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18 ارديبهشت 1387    (2547 سال پاسارگارد)    7  مه  2008**************************    کميته نجات پاسارگاد هيچ گونه وابستگی مذهبی و سياسي ندارد




 The Reality of Geography and Google Company, Deal or No Deal ?

Written by: Ali Tolooiyan

May 2008

University College Dublin


 1. Introduction


Many problems of the world can be solved by the application of science, so the most importance act of universities and schools is training scientists and educated peoples. Scientists should take heart at the crying need in the emerging information for scientifically educated problem solvers, able to integrate various fields of knowledge. In this case there would be huge loss if the educated peoples lose their right way due to the effect of untruth instead of the real science.


Geography, as the most ancient human wisdom is an applied science which has different point of view. It studies the reciprocal relation of man and nature and presents the results to the users in the form of documents in writing, books and maps.


Reasons of why peoples and specially students should study geography.


·        To learn the location of places and the physical and cultural characteristics of those places in order to function more effectively in our increasingly interdependent world.


·        To understand the geography of past times and how geography has played important roles in the evolution of people, their ideas, places and environments.


·        To develop a mental map of community, province or territory, country and the world, so that we can understand the “where” of places and events.


·        To explain how the processes of human and physical systems have arranged and sometimes changed the surface of the Earth.


·        To understand the spatial organization of society and see order in what often appears to be random scattering of people and places.


·        To recognize spatial distributions at all scales – local and worldwide – in order to understand the complex connectivity of people and places.


·        To be able to make sensible judgments about matters involving relationships between the physical environment and society.


·        To appreciate Earth as the homeland of humankind and provide insight for wise management decisions about how the planet’s resources should be used.


·        To understand global interdependence and to become a better global citizen.


Over history, one of the virtues of geography as a discipline and as a science has been its integrative nature, bringing together an understanding of both physical earth systems and human activity - and the interactions between the two in a realistic mood. Part of a geographer’s fundamental contribution is the ability to honestly straddle disciplines and identify complex linkages in earth-human systems.


The names of features and phenomena including natural or man made ones have been considered by geographers for a long time, therefore similar features are distinguished by it.


The name of a feature can not be observed on the land like the feature itself. Thus, by mentioning the case on maps (hard or soft copy), Atlases, and books, it will be protected during different eras as a part of historical, cultural identity and saved as mans heritage.


For the same reason, any change, destruction, or alteration of the names registered in historical deeds and maps is like the destruction of ancient works, insult to reality and science and is considered as an improper action. Therefore, the names of geographical features profiting from a unique historical identity, should not be utilized as instruments in reaching a political, tribal, and racial objective, or in any clash with national interests and other's values [7].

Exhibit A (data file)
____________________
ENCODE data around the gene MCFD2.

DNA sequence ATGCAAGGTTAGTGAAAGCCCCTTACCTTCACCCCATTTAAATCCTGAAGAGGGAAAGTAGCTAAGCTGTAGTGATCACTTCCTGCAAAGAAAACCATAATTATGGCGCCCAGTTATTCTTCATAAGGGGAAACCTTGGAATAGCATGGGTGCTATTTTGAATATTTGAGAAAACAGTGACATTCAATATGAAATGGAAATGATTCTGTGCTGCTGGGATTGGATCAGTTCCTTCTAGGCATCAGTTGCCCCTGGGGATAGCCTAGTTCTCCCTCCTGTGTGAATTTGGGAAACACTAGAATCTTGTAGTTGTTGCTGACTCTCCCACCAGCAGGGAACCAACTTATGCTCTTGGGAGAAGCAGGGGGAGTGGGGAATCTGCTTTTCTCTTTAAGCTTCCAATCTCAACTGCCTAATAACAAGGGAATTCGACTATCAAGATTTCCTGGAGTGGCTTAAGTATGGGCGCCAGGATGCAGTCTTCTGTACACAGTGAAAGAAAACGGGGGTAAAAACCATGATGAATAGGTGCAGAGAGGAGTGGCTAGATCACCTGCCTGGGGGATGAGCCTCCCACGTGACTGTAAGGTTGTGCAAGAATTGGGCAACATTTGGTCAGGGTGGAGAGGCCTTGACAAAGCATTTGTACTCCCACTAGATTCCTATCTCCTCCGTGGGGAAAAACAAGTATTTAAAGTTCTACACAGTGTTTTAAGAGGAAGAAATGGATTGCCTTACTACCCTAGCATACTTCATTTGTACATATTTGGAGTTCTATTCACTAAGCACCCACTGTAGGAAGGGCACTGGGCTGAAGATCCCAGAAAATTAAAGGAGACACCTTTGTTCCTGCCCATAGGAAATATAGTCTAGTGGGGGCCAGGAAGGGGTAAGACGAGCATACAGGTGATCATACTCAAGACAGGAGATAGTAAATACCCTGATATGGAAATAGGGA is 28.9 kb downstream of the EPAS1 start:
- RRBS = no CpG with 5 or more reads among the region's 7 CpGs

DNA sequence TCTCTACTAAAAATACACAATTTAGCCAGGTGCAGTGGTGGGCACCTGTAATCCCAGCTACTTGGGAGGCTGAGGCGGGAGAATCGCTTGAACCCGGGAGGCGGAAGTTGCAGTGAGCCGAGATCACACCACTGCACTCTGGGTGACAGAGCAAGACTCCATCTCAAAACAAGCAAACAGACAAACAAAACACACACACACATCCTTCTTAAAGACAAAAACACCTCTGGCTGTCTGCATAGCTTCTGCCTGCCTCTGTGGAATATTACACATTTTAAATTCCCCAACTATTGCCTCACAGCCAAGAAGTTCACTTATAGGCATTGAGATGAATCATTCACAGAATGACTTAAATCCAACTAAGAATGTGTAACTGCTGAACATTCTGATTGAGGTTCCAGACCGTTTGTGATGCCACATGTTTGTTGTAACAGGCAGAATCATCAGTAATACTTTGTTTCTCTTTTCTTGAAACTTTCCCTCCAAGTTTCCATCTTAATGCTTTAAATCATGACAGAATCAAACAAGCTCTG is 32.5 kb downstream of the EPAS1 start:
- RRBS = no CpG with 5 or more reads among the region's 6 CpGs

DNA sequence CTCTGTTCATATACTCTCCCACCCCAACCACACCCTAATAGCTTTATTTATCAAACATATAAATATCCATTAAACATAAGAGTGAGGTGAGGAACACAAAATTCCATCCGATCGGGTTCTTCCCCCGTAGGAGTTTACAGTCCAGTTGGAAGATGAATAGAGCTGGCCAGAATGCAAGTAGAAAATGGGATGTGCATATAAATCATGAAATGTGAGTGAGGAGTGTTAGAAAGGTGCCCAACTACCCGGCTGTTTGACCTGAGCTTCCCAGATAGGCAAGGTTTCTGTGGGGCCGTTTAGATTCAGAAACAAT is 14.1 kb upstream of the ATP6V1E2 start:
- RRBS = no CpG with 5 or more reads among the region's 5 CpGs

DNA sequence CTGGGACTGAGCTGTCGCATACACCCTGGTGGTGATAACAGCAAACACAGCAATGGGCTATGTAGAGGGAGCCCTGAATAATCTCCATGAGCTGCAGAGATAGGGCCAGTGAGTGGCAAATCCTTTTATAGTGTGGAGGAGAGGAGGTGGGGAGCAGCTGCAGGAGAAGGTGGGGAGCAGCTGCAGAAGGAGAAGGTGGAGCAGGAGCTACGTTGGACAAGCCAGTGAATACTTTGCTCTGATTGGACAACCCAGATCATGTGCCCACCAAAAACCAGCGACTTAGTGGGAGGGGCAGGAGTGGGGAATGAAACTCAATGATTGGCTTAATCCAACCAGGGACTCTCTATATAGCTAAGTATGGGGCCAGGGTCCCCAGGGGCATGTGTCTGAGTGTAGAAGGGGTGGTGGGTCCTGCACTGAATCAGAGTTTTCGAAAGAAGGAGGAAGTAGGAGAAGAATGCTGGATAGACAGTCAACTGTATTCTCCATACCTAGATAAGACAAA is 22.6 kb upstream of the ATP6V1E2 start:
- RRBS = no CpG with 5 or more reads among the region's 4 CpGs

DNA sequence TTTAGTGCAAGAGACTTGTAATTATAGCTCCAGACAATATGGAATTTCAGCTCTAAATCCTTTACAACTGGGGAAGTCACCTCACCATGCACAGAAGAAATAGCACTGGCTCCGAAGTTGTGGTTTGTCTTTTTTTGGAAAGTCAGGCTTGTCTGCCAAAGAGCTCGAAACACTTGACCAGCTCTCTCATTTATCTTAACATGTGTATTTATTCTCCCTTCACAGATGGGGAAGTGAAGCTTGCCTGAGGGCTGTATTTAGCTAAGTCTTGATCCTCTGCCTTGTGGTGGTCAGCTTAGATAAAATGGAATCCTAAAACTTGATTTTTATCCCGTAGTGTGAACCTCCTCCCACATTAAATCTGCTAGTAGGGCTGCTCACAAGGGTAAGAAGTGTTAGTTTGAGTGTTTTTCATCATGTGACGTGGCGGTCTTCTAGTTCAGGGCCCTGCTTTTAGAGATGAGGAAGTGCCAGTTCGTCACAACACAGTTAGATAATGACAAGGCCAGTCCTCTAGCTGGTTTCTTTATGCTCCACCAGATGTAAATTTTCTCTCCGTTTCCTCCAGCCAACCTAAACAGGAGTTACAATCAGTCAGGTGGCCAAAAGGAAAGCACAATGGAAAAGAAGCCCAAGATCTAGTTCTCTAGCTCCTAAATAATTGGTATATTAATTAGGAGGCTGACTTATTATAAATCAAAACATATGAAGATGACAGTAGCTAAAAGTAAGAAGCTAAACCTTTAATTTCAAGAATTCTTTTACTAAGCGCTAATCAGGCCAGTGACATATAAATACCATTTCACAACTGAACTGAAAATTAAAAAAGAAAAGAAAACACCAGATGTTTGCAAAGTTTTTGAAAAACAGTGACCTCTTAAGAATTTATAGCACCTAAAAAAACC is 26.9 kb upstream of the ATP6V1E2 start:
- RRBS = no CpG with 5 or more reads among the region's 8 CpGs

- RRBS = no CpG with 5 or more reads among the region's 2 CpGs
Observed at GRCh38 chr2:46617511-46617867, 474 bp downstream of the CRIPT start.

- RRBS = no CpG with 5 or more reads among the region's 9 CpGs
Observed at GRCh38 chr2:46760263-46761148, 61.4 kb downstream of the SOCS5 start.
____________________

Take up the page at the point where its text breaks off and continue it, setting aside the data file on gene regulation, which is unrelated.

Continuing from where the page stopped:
2. Crime statement


Google Earth is a virtual globe program that was originally called Earth Viewer and was published by Google Company. It maps the earth by the superimposition of images obtained from satellite imagery, aerial photography and GIS 3D globe. Currently, every image created from Google Earth using satellite data provided by Google Earth is a copyrighted map. Any derivative from Google Earth is made from copyrighted data which, under United States Copyright Law, may not be used except under the licenses Google provides. Google allows non-commercial personal use of the images (e.g. on a personal website or blog) as long as copyrights and attributions are preserved [1].


As mentioned in the official website of Google Earth, one of the usages of this program is education. Google Earth mentioned in its official website that "At Google, we support teachers in their efforts to empower students and expand the frontiers of human knowledge. That’s why we’ve assembled the information and tools you’ll find on this site" [2]. In addition, there are some official provided facilities by Google Earth for its educational aspect such as Google for Educators [3], Google Tools for Your Classroom [3], Google Teacher Community [4] and Google for Educators Discussion Group [4].


By attention to need of worldwide complete map in schools and universities and increasing demand of learning geographical science, Google Earth has found special situation between teachers, students and public users. Regarding the importance of this situation the responsibility of publishing truth data should be in the maximum level.


The Google Earth Version 4.2 is recently published. As it is expected, name of some places and areas are added to this new version those were not available in the previous versions. The problem is when you used this map program to find the place of Persian Gulf in Middle East. The situation of Persian Gulf is shown adjoining with a spurious name that is "Arabian Gulf" (see Figure 1).